As a leading supplier and manufacturer of machined products – we stock several unique refractory metals. One such metal that we stock is tungsten. Perhaps the most durable in our repertoire, tungsten metal is used across hundreds of industries in a huge variety of applications – from alloys and aeronautics to electronics and the production of super-hard materials.
But why is tungsten so important?
Here we outline six advantages of tungsten metal, which help to explain why it is used so widely.
1. Resistance to high temperatures
Of all metals in their purest form, tungsten has the highest melting point (3422°C). This can be hugely beneficial in certain situations (particularly when compared to other more common metals). For example, it makes tungsten an excellent material for high-temperature environments – and this is why it is so widely used in the aerospace, automatic and construction industries.
Tungsten metal is also regularly used to create alloys and superalloys. Its extremely high melting point and resistance to thermal creep help to strengthen the alloy, making it suitable for more thermally intensive applications, where other metals would fail.
Tungsten benefits from a very high density. In fact, at 19.3 g/cm3, it is amongst the highest of all metals, with tungsten’s density measuring approximately 19.3 times higher than that of water and 1.7 times higher than that of lead.
As a result of this property, tungsten can hold much more weight in a smaller package – and is commonly used for applications were mass is required in small sizes. For example, due to the high density of tungsten, it is a fantastic option for making racing car ballast, aircraft ballast and kinetic munitions – which must be small and streamlined, yet capable of transferring lots of energy.
It’s also used as an effective, alternative metal for jewellery-making. Tungsten’s density is extremely similar to that of gold (i.e. tungsten being just 0.35% less dense) – yet it’s much cheaper to buy. Therefore, since the 1980s, it has frequently been used to make counterfeit gold bars, either by plating a tungsten bar with gold or drilling holes in a genuine gold bar and adding tungsten rods.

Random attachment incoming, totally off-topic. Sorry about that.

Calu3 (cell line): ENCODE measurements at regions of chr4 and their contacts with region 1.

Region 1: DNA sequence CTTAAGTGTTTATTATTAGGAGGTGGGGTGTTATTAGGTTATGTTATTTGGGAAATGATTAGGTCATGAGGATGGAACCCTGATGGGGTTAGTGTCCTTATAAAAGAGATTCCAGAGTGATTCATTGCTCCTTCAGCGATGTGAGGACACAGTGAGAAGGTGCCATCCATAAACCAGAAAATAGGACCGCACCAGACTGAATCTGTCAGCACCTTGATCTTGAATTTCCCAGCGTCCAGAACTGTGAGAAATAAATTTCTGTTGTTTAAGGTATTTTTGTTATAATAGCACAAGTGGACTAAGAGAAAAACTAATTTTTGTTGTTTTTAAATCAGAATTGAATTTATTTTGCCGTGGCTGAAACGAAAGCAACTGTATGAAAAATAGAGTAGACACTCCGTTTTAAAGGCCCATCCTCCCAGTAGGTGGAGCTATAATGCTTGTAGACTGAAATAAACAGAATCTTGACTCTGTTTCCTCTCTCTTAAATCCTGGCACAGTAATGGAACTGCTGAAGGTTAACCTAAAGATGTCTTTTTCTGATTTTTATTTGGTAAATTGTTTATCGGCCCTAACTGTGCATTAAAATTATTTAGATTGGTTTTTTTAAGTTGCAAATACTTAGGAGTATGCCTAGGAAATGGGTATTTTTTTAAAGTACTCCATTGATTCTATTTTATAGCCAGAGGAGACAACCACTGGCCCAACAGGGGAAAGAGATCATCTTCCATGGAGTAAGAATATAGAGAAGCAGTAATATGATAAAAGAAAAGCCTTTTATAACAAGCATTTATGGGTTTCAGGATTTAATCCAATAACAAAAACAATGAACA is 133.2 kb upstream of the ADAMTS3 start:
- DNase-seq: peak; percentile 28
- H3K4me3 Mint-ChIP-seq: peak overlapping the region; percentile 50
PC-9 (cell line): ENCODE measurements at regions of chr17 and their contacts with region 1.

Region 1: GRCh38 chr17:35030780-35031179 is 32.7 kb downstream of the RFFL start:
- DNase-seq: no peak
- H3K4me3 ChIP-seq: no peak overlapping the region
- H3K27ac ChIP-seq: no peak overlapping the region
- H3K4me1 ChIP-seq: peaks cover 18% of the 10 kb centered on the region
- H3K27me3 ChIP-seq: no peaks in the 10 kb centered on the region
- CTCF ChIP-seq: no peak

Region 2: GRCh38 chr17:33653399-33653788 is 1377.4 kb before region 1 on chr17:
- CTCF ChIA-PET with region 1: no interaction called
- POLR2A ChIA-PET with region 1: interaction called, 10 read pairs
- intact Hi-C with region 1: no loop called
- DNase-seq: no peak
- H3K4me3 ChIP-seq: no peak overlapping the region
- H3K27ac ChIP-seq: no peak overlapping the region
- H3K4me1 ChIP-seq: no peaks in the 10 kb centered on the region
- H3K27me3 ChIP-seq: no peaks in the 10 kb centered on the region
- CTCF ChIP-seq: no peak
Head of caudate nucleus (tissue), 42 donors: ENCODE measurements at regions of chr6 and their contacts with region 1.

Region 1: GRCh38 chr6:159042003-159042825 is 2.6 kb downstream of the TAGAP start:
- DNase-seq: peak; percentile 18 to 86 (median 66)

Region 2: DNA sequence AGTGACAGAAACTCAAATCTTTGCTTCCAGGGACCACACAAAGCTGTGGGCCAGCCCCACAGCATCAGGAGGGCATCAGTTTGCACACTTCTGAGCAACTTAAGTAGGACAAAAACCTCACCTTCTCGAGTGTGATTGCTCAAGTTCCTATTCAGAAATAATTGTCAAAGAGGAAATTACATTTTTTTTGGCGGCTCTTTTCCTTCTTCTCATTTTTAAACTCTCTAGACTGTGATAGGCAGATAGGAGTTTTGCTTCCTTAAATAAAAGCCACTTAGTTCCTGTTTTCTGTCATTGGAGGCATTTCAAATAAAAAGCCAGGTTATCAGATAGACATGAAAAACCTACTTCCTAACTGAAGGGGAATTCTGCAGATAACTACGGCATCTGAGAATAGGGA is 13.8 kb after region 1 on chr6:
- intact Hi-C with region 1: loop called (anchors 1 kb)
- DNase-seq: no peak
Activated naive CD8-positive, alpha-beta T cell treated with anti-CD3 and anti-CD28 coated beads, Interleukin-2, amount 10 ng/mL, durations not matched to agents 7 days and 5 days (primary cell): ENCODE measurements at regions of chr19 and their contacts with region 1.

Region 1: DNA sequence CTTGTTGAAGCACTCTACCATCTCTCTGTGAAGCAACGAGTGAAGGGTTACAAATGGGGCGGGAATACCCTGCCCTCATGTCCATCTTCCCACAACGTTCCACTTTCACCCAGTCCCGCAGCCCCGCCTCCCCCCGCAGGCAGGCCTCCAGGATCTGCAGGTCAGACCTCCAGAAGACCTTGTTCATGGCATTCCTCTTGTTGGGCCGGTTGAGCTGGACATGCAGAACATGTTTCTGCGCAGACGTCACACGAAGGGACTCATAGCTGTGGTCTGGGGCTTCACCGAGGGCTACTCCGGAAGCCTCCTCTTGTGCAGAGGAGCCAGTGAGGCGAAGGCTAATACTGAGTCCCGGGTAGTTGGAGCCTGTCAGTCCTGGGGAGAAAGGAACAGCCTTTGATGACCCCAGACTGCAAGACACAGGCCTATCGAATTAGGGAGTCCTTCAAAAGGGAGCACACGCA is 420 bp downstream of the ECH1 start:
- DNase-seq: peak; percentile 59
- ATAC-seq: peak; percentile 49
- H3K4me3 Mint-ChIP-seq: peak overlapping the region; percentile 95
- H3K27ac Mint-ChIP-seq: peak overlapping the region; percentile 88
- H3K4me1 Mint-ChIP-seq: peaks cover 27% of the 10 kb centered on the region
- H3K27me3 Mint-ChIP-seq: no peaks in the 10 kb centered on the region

Lastly, thanks to its high-density, tungsten is regularly employed to create heavy metal alloys. One particularly good example is high-speed steel, which can contain as much as 18% tungsten. However, tungsten’s density can also prove useful when combined with nickel, copper, iron and more.
3. Low thermal expansion
Tungsten has the lowest coefficient of thermal expansion of all pure metals. Compared to common manufacturing materials (e.g. steel), this gives it the benefit of added stability under extreme heat. It has a structural solidity unmatched by other metals and is especially useful when rigidity at high temperatures is required – such as in tungsten carbide cutting tools or jet engine turbine blades.
4. Electronic structure
Due to its conductive properties and relative inertness, tungsten metal is widely used in the electronics industry and environments involving high levels of radiation. For this reason, along with its very high density, tungsten is one of the main sources of metal for X-ray targets and other high-energy radiation shielding – as the relatively inert, very high-density material is difficult for x-rays to penetrate. Tungsten metal also frequently finds use in electrodes, conductors and metallic films.
Tungsten is highly resistant to corrosion and can be used in a range of corrosive environments and outdoor applications. For example, it is particularly useful when prolonged exposure to corrosive substances – such as water, acid, or solvents – is likely.
A commonly-encountered corrosive environment, which many metals are unable to deal with, is a marine environment. Salt water, in particular, is extremely corrosive to many metals. However, when alloyed with other metals, the resistance of tungsten metal makes it extremely suited to such a harsh environment, enabling it to be used in shipbuilding, fishing lures and jewellery.
6. Strength in fabrication
Tungsten is an extremely robust metal, with the highest tensile strength of all pure metals. While this can make it brittle under certain circumstances, when it comes to the process of metal fabrication, tungsten’s rigidity means that it can be drawn into very thin wires without fracturing.
Perhaps the most obvious example of this is tungsten’s use in the context of light bulb filaments. In this particular application, extremely thin wires must be heated to extremely high temperatures, in order to emit light – and tungsten’s high melting point is a crucial factor in allowing this to happen.